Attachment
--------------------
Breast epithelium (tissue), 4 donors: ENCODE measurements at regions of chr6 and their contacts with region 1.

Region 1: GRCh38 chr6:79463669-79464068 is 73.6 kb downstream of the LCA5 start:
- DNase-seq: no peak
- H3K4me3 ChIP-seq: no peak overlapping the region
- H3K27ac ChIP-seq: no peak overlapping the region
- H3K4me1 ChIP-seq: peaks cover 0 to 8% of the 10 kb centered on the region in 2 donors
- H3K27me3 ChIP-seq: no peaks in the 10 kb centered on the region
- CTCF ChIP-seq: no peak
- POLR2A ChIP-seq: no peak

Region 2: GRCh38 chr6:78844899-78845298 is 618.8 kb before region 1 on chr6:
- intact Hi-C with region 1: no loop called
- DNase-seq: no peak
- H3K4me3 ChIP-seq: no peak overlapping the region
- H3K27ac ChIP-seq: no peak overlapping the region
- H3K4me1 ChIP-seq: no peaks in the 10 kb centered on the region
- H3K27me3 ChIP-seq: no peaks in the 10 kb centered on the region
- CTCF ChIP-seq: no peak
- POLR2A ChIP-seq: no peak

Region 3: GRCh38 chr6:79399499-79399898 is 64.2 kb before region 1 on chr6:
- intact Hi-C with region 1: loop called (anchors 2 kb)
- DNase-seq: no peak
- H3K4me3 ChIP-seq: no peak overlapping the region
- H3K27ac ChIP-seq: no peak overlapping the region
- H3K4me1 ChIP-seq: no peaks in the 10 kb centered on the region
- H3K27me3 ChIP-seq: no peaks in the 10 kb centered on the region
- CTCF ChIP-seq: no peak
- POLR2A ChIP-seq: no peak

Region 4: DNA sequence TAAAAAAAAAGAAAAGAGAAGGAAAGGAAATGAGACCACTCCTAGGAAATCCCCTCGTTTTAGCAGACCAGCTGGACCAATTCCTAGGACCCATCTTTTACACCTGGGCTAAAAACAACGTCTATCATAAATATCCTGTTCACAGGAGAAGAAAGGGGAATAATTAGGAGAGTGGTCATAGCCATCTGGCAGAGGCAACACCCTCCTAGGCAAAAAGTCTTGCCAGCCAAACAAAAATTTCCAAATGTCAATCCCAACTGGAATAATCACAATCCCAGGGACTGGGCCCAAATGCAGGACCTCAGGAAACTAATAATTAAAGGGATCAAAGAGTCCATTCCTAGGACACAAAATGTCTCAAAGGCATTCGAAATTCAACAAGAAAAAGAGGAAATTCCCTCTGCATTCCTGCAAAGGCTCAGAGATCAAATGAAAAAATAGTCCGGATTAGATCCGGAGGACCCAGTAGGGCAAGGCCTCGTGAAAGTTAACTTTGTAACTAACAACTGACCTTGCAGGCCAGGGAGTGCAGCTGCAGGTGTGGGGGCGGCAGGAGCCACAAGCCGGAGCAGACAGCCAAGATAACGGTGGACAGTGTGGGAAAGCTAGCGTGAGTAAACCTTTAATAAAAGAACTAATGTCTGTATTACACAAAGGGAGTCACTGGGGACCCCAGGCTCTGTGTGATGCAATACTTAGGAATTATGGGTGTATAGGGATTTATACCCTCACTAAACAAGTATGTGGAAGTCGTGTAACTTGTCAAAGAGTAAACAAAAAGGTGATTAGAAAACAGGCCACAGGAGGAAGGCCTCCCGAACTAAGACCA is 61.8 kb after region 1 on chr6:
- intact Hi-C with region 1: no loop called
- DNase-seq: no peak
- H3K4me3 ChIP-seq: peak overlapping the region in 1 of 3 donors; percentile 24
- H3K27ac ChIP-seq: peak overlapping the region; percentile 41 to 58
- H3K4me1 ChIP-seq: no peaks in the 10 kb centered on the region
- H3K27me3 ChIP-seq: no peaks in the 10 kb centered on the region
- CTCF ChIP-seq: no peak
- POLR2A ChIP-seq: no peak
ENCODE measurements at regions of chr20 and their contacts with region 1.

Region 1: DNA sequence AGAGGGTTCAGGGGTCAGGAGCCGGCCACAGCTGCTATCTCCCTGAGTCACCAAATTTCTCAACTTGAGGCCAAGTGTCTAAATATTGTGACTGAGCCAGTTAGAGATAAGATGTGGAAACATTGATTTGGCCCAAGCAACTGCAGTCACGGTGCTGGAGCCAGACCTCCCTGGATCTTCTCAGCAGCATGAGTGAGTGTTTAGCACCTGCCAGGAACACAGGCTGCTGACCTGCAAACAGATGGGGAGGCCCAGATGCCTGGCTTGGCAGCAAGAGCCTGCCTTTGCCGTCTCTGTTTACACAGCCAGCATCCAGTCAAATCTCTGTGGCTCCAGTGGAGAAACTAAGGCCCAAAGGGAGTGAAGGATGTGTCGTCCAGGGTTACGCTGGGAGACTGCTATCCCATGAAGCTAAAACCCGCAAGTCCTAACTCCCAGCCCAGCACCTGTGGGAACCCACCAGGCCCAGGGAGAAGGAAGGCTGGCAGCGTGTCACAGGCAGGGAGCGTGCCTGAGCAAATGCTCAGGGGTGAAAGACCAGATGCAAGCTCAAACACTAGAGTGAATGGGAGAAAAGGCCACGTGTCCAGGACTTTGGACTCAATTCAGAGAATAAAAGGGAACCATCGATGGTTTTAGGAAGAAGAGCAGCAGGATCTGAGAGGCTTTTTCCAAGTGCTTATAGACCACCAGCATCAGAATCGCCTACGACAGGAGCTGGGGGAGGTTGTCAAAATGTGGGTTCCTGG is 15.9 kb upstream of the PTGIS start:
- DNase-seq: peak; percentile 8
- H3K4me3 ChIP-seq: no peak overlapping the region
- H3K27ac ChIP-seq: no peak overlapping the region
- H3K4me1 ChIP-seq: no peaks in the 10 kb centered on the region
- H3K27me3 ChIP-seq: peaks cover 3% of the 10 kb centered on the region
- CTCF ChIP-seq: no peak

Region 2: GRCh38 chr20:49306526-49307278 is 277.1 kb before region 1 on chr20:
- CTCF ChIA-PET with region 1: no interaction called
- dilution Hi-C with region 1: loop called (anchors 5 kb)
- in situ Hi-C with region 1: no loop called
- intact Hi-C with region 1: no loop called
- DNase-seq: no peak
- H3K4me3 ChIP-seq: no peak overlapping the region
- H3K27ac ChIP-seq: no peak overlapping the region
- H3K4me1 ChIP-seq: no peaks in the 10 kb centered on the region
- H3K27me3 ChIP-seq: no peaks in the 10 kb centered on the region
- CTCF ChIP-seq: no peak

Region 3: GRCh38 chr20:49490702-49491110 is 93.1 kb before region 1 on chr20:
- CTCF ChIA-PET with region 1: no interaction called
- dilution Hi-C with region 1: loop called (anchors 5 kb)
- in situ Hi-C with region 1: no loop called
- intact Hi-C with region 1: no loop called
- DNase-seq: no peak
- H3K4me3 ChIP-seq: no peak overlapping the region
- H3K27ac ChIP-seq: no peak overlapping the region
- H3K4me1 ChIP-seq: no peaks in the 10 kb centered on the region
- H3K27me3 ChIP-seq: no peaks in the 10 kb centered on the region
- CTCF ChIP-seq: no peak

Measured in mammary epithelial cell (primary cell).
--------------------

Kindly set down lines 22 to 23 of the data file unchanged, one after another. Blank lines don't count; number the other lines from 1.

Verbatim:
- H3K4me3 ChIP-seq: no peak overlapping the region
- H3K27ac ChIP-seq: no peak overlapping the region